I have been in touch with Gege in France who has bee most helpful, and also Werner in Germany.

Having read up about the Fire King it seems that the boiler was not lagged. Another interesting fact is that the total time for working pressure to get underway was about 6 minutes!

Bob

Edited By JasonB on 31/03/2021 07:08:35

Thread: Merryweather Fire King
28/03/2021 23:12:42

Nearly finished the engine, and started to think about the boiler. So I posted this thread to aim at a wider audience, asking for advice on what, to me, looks like a daunting part of the build:

https://www.model-engineer.co.uk/forums/postings.asp?th=172017

Looking for any helpful advice.

Bob

 

Edited By Bob Wild on 28/03/2021 23:14:22

Thread: How on earth do I build this boiler for my Fire King ?
28/03/2021 23:08:41

Here is an assembly drawing for my boiler:

boiler assembly.jpg

There are many features which frighten me:

  1. All the various rings are supposed to be rivetted. Surely I must solder all the parts to make them steam tight?
  2. The rings are supposed to be copper, but I can't find any supplier of solid material that size (approx 4in dia). But I have found a foundry that can cast them in brass. Would that material be OK, if the price is right?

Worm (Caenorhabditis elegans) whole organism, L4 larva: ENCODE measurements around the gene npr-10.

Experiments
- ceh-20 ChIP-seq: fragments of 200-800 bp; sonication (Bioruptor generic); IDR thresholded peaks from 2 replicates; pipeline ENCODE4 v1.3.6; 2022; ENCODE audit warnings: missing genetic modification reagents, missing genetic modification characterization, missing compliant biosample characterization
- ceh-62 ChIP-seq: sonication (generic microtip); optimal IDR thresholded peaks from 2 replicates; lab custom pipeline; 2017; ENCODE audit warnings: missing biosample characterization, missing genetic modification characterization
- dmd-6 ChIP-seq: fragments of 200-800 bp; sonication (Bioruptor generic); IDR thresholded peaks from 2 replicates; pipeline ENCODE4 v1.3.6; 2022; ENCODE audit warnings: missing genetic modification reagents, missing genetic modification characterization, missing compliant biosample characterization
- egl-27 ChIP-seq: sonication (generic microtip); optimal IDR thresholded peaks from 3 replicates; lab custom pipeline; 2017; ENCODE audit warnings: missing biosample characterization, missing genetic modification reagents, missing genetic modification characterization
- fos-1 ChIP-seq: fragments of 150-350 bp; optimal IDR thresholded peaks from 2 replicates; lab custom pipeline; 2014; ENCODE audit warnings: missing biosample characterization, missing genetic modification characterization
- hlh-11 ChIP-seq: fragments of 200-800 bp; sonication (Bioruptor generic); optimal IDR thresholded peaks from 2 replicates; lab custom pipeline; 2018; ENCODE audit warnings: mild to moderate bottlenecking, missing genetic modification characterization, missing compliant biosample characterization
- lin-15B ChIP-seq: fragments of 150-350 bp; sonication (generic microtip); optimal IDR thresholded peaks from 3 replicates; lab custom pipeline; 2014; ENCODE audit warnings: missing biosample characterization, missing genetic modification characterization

3. What is the best way to make the conical inner part. Should I start with a piece of tube with the same diameter as the smaller section and bash it up a former. Or should I start with a tube the same as the larger diameter and try to spin it down? Or should I even prefabricate it from sheet wrapped round a former and soldered at the seam?
  4. There is a pipe in the centre called the "Steam Supply Pipe" (is this a superheater pipe?) which has a 180 deg bend. This pipe is 6mm OD with a 4mm inside radius. How on earth can you bend this?
  5. Finally, and this is the scary bit, how am I going to solder it all together? Do I need different melting point silver solder, and in what order should I try to assemble it?
  6. I've just read a biography of Cherry Hill in which it explains that all her beautiful models were built to run on air only. If that was good enough for her, then it could be for me as well. In which case I could leave out most of the internal parts and simplify things enormously, let alone worry about making it steam tight.